Best Practices for Content Moderation, Employee Psychological Health and the Critical Role of Evidence-Based Resiliency Programming


Best Practices for Content Moderation, Employee Psychological Health and the Critical Role of Evidence-Based Resiliency Programming

Case Study

Best Practices for Content Moderation, Employee Psychological Health and the Critical Role of Evidence-Based Resiliency Programming

Content moderators do the difficult work necessary to keep the world safe as online activity grows exponentially. We believe that content moderators, as the first responders of the internet, deserve the utmost respect and support. So while the broader industry has yet to establish clinical best practices for supporting the mental health of content moderators due to a lack of research, we wanted to get to work.

We hired industry-leading experts to research, create, test, and fine tune what we’re now calling The TaskUs Method: a comprehensive, global psychological health and safety program  for content moderators, guided by the practice of evidence based psychology and grounded in neuroscience.

Our Method goes beyond reactive interventions, proactively supporting mental health, and the resiliency skills employees need to do their challenging and essential job. 

In the spirit of driving discussion on how to best support content moderators, we’re sharing the TaskUs best practices we’ve learned through our extensive research and clinical programming: 

content moderators mental health
TaskUs Indonesia team supporting our content moderators
  1. Develop and implement a comprehensive psychological health and safety program led by clinicians that is evidence-based. 
  1. Pre-screen, onboard, and continue skills development for resiliency. Pre-screen candidates to ensure that they have the resiliency to safely perform a content moderator’s job. Expand onboarding to build resilience and provide regular skills training. By teaching skills and providing information based on neurobiology and neuroscience, moderators are better equipped to prevent the possible adverse effects of the job and to recover quickly if they are affected.
  2. Provide 24/7 access to psychological services. The goal should always be to lower the need for reactive care due to distress or personal crisis by increasing the effectiveness and utilization of preventative care offerings. However, access to on-demand counseling is an essential resource designed to meet employees at their specific time of need. 
  3. Provide post-employment psychological services. These services can include case management – to connect people to on-going community services, mental health counseling, and ongoing research and data collection to determine if employee attrition relates to the content’s graphic nature. Investing in post-employment services is vital, helping to mitigate harm, advance understanding of the field, and influence best practices in the broader content moderation community.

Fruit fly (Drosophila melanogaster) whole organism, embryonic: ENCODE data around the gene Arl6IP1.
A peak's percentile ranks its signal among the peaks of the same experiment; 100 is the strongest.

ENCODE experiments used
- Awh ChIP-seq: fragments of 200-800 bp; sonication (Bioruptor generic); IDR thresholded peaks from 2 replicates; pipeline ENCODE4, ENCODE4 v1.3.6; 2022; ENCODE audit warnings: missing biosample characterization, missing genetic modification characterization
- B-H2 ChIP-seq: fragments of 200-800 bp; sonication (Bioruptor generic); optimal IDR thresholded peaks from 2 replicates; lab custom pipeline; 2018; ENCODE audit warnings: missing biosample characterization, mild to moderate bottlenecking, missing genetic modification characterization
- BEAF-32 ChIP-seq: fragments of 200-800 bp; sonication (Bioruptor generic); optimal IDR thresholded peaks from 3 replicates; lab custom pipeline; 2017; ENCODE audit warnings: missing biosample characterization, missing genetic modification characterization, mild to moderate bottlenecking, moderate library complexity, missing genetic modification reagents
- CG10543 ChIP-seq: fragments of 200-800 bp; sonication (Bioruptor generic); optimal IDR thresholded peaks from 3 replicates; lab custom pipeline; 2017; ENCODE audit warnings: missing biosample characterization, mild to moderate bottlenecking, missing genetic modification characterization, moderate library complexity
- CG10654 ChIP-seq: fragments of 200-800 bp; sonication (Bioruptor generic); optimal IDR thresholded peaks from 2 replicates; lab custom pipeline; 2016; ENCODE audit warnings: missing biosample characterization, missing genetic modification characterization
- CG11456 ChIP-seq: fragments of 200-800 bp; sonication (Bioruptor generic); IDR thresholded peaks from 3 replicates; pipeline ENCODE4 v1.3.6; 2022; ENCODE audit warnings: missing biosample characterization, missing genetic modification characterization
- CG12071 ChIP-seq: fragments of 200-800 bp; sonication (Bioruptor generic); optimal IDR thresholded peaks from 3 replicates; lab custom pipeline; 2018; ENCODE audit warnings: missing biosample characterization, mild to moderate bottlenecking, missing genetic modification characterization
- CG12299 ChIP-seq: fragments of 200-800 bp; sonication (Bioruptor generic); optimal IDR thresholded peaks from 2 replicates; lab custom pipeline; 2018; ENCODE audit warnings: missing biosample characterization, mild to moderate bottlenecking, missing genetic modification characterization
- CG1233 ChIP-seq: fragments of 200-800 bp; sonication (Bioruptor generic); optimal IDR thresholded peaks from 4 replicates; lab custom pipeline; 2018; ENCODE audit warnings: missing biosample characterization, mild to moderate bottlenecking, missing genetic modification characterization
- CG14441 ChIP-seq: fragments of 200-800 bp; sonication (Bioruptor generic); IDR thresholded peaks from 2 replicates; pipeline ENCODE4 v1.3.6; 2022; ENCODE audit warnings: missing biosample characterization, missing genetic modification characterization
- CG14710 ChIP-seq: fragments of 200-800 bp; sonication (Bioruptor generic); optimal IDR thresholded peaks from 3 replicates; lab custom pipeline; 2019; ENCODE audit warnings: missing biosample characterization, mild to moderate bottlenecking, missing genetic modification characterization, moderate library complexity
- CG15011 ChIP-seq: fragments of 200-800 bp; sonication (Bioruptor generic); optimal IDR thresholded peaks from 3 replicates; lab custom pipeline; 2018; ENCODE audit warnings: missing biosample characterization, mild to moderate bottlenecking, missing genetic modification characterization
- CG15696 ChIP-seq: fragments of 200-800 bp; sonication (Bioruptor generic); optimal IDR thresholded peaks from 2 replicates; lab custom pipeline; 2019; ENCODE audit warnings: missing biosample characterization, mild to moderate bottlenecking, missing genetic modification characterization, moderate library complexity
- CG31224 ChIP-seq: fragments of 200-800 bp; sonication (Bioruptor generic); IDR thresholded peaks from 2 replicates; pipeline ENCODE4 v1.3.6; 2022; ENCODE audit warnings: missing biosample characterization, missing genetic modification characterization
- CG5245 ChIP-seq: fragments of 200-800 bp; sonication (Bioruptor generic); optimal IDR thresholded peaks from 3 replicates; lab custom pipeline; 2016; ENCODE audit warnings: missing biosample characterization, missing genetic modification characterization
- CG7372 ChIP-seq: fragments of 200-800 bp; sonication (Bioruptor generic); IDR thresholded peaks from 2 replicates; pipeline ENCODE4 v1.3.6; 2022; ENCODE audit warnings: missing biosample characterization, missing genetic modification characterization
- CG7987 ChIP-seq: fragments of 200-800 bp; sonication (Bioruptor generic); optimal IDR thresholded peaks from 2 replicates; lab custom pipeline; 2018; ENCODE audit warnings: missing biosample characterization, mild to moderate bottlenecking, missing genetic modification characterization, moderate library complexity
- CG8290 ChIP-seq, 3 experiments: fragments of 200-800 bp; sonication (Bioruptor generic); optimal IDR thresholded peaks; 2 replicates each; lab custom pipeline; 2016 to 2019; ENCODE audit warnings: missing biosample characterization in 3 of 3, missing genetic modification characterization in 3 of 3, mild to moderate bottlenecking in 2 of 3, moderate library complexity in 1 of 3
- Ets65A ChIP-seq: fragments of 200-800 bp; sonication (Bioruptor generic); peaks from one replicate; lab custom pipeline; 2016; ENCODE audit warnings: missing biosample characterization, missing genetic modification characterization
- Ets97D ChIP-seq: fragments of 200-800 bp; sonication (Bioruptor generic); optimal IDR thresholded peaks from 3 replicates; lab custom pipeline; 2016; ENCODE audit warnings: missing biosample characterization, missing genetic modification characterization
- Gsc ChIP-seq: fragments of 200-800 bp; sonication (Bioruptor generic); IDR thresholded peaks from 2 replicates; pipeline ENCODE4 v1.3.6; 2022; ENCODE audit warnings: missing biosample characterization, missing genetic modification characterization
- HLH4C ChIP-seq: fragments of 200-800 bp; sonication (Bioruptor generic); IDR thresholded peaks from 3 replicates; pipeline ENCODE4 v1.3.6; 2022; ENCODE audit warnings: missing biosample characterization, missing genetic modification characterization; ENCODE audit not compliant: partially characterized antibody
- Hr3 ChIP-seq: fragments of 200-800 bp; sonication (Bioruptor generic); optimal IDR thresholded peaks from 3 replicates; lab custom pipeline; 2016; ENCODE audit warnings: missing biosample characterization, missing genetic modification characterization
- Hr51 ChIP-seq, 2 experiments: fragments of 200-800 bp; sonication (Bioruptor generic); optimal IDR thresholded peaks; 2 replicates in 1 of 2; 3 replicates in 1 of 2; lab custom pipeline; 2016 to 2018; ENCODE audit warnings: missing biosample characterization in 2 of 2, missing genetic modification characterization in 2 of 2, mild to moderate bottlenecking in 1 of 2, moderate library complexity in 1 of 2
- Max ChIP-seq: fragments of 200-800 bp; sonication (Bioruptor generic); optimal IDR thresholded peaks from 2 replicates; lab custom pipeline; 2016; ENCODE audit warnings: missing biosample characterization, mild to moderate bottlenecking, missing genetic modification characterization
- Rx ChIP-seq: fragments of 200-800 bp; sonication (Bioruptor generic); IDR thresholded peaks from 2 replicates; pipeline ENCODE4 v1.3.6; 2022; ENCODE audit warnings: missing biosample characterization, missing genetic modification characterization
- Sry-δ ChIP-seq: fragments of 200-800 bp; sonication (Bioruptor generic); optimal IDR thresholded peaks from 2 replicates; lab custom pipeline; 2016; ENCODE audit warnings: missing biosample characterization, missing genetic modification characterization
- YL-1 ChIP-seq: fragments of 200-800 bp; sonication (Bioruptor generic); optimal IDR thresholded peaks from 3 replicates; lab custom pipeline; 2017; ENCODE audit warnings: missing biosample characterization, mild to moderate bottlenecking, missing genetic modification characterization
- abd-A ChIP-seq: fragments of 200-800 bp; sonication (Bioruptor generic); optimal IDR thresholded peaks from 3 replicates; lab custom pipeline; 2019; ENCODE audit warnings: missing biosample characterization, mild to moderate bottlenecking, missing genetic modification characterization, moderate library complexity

1. Invest in technology to improve wellbeing for all content moderators. While AI will never replace humans, it can reduce the volume of posts they see. New obfuscation technologies like facial blurring, grayscale, and resizing can decrease the intensity of images, mitigating the impact on content moderators. Intelligently applying these technologies may reduce the psychological risks associated with this job.
  1. Research and test best practices, using data and validated assessments to track  program performance in real time. At TaskUs, we have a dedicated research team conducting studies on the impact of content moderation and are sharing outcomes and best practices across the industry. As so many companies try different solutions of varying intensity, there has not been sufficient research to coalesce around clinical best practices. It’s so important not only to collect, but then use real-world data to stay on top of outcomes. We offer non-diagnostic testing on a voluntary basis to assess moderators’ psychological well-being. We use reliable and valid psychometric tests to look at resiliency, quality of life, cognitive flexibility, and burnout. We engage in pre-testing and post-testing and use this data to monitor program effectiveness.
  1. Take cultural differences into account. It is imperative to provide a flexible program framework for different cultures and not push Western mental health care modalities to the masses. To address this issue and supplement our in-country mental health experts, we’ve trained a team of life coaches in basic psychological first aid and triage mechanisms. This stepped model of intervention helps bridge the gap of therapeutic support in those countries while ensuring that licensed professionals are always available to work in tandem to deliver programming. 
  1. Emphasize the greater purpose. Moderators do meaningful work, acting as the first line of defense against bad actors, protecting the public from disturbing imagery, hate speech, bullying, and content that could cause real-world harm. We aim to continually emphasize the importance of the position and the impact the work has on the world. This is a focal point during group and individual sessions and is integrated into our on-boarding practices during training. 

Expanding well beyond traditional “corporate wellness” offerings, these best practices address the unique needs of content moderation professionals, helping companies successfully guide and support their employees, from recruitment and throughout their advancing careers. 

We are proud of our work and the steps we have taken — and we know there is still so much further to go. We look forward to continuing to drive this conversation forward for the broader industry.